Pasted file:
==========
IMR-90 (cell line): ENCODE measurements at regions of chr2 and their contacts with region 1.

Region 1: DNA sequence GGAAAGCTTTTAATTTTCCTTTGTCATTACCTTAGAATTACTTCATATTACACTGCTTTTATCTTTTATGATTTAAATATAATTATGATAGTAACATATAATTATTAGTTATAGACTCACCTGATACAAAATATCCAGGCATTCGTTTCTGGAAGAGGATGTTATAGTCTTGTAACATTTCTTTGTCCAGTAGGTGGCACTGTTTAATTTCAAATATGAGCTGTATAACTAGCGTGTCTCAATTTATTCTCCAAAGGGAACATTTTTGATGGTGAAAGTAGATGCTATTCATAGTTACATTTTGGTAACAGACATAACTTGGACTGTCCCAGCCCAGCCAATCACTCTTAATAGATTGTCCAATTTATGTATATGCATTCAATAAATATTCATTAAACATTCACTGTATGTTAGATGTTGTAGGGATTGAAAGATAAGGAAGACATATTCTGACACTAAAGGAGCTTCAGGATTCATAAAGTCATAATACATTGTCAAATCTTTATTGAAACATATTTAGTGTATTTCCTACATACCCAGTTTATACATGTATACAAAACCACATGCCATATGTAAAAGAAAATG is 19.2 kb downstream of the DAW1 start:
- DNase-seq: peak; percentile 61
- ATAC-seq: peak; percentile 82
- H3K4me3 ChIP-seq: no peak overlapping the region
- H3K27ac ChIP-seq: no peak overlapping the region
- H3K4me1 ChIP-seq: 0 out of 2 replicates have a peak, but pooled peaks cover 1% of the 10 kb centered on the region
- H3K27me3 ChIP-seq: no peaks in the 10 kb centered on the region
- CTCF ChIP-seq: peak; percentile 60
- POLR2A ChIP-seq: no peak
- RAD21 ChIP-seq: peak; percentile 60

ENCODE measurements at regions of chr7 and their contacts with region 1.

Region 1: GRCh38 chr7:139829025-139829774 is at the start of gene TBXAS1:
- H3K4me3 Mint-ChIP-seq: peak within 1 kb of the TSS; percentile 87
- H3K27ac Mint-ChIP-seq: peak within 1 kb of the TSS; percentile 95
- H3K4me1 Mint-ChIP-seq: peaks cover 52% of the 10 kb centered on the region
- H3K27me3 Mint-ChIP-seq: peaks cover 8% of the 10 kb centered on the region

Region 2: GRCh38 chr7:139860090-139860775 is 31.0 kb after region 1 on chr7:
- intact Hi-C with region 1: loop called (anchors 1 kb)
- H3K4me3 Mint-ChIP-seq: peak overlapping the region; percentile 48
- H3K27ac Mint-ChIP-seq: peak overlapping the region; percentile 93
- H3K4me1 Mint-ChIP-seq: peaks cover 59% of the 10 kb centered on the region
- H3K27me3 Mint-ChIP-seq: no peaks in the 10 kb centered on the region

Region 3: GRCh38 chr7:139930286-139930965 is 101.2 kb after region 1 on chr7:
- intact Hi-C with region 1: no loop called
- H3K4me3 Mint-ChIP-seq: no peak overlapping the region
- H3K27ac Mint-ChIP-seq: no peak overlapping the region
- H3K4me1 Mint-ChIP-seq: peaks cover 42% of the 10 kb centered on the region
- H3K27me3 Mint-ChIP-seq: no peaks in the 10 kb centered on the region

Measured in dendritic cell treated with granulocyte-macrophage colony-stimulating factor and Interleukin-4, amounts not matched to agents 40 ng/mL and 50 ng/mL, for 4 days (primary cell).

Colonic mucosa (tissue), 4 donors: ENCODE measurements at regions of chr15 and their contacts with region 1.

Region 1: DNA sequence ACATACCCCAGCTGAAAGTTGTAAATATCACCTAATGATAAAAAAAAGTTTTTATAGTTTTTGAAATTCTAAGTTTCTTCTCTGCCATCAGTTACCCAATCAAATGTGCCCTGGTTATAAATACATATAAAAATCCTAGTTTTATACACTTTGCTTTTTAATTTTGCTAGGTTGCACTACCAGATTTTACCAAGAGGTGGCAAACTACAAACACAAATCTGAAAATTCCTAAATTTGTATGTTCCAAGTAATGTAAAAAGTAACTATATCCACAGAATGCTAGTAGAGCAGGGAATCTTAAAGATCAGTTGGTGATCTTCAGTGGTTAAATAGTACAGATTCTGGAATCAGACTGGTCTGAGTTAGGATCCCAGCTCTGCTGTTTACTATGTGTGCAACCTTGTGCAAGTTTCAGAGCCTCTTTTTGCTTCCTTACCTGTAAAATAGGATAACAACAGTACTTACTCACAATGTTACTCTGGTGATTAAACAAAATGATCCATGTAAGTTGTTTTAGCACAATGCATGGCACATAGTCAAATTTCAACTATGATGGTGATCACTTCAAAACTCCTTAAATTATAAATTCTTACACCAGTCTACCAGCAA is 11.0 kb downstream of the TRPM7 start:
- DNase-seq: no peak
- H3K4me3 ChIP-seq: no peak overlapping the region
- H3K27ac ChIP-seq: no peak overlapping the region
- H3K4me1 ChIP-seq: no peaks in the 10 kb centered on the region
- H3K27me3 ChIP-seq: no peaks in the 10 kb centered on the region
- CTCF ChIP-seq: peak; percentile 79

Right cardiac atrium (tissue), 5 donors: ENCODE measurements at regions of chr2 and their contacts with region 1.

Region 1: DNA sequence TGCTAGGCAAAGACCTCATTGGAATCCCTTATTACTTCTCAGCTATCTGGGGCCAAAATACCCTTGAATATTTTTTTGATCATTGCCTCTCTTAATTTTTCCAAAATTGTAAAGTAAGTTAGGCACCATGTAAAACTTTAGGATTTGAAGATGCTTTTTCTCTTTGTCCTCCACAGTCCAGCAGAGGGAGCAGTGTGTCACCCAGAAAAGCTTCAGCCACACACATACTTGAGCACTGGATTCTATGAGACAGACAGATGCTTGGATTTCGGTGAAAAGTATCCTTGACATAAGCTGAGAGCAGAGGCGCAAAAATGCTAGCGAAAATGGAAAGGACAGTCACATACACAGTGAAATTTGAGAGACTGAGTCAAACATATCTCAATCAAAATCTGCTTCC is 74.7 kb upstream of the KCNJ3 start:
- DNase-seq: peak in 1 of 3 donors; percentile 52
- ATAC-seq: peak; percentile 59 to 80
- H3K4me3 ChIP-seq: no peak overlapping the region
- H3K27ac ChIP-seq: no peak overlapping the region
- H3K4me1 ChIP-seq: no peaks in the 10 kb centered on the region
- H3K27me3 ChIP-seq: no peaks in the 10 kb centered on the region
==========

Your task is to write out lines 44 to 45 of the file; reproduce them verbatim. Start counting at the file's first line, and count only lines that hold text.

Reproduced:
- H3K27ac ChIP-seq: no peak overlapping the region
- H3K4me1 ChIP-seq: no peaks in the 10 kb centered on the region